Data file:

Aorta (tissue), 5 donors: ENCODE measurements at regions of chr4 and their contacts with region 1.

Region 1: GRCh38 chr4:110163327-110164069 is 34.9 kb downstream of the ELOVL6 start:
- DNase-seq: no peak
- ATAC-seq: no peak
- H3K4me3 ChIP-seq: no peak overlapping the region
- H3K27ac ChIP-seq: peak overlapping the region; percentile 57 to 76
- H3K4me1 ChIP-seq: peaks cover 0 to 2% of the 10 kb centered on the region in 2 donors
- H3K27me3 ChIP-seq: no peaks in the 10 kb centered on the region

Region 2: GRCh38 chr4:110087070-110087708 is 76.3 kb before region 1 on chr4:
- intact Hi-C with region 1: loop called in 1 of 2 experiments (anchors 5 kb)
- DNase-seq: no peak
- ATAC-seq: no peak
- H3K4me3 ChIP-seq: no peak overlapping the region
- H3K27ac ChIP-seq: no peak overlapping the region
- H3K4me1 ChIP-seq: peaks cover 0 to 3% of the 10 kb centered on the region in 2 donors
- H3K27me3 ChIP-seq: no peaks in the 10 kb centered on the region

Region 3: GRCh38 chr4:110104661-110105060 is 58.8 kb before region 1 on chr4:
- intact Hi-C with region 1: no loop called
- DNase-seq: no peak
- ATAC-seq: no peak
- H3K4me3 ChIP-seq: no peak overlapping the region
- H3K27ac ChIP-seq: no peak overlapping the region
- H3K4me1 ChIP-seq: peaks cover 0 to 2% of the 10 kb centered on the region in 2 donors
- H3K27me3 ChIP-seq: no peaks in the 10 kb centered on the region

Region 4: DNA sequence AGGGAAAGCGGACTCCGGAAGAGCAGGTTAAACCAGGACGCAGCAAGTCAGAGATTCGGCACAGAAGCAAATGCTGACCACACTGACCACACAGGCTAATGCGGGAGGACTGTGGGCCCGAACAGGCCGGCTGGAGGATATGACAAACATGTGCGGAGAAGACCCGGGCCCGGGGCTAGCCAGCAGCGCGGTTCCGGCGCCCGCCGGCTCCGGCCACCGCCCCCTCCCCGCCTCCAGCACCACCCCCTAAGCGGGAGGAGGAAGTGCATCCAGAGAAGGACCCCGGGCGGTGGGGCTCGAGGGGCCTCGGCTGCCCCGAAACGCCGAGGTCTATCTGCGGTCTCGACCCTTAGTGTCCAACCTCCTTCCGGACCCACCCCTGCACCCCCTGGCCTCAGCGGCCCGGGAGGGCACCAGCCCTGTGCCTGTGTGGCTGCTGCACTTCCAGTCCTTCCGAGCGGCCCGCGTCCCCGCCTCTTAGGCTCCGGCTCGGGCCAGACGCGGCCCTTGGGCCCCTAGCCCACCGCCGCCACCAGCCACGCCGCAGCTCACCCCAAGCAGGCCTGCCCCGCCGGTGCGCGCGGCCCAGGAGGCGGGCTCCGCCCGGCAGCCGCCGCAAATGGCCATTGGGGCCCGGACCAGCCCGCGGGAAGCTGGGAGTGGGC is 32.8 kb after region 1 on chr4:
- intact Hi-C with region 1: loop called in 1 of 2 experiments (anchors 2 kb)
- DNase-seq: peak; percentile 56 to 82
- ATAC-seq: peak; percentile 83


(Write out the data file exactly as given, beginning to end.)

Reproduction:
Aorta (tissue), 5 donors: ENCODE measurements at regions of chr4 and their contacts with region 1.

Region 1: GRCh38 chr4:110163327-110164069 is 34.9 kb downstream of the ELOVL6 start:
- DNase-seq: no peak
- ATAC-seq: no peak
- H3K4me3 ChIP-seq: no peak overlapping the region
- H3K27ac ChIP-seq: peak overlapping the region; percentile 57 to 76
- H3K4me1 ChIP-seq: peaks cover 0 to 2% of the 10 kb centered on the region in 2 donors
- H3K27me3 ChIP-seq: no peaks in the 10 kb centered on the region

Region 2: GRCh38 chr4:110087070-110087708 is 76.3 kb before region 1 on chr4:
- intact Hi-C with region 1: loop called in 1 of 2 experiments (anchors 5 kb)
- DNase-seq: no peak
- ATAC-seq: no peak
- H3K4me3 ChIP-seq: no peak overlapping the region
- H3K27ac ChIP-seq: no peak overlapping the region
- H3K4me1 ChIP-seq: peaks cover 0 to 3% of the 10 kb centered on the region in 2 donors
- H3K27me3 ChIP-seq: no peaks in the 10 kb centered on the region

Region 3: GRCh38 chr4:110104661-110105060 is 58.8 kb before region 1 on chr4:
- intact Hi-C with region 1: no loop called
- DNase-seq: no peak
- ATAC-seq: no peak
- H3K4me3 ChIP-seq: no peak overlapping the region
- H3K27ac ChIP-seq: no peak overlapping the region
- H3K4me1 ChIP-seq: peaks cover 0 to 2% of the 10 kb centered on the region in 2 donors
- H3K27me3 ChIP-seq: no peaks in the 10 kb centered on the region

Region 4: DNA sequence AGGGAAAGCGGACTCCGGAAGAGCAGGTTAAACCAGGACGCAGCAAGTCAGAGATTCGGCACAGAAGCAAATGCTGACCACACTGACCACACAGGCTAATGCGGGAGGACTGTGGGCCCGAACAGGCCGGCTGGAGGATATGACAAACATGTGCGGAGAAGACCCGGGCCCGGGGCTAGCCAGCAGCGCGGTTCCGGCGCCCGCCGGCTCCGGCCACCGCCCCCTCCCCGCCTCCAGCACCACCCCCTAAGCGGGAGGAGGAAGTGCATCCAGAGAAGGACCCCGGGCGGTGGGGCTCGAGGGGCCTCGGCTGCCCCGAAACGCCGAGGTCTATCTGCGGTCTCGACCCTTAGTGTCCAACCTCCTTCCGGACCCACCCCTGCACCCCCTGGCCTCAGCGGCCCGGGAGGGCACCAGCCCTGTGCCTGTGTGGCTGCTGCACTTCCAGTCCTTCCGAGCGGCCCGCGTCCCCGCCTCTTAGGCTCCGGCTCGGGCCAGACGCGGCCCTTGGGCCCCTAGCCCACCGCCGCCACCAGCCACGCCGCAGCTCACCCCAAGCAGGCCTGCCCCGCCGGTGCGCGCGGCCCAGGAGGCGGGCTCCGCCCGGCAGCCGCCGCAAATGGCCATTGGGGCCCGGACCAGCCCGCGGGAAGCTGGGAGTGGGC is 32.8 kb after region 1 on chr4:
- intact Hi-C with region 1: loop called in 1 of 2 experiments (anchors 2 kb)
- DNase-seq: peak; percentile 56 to 82
- ATAC-seq: peak; percentile 83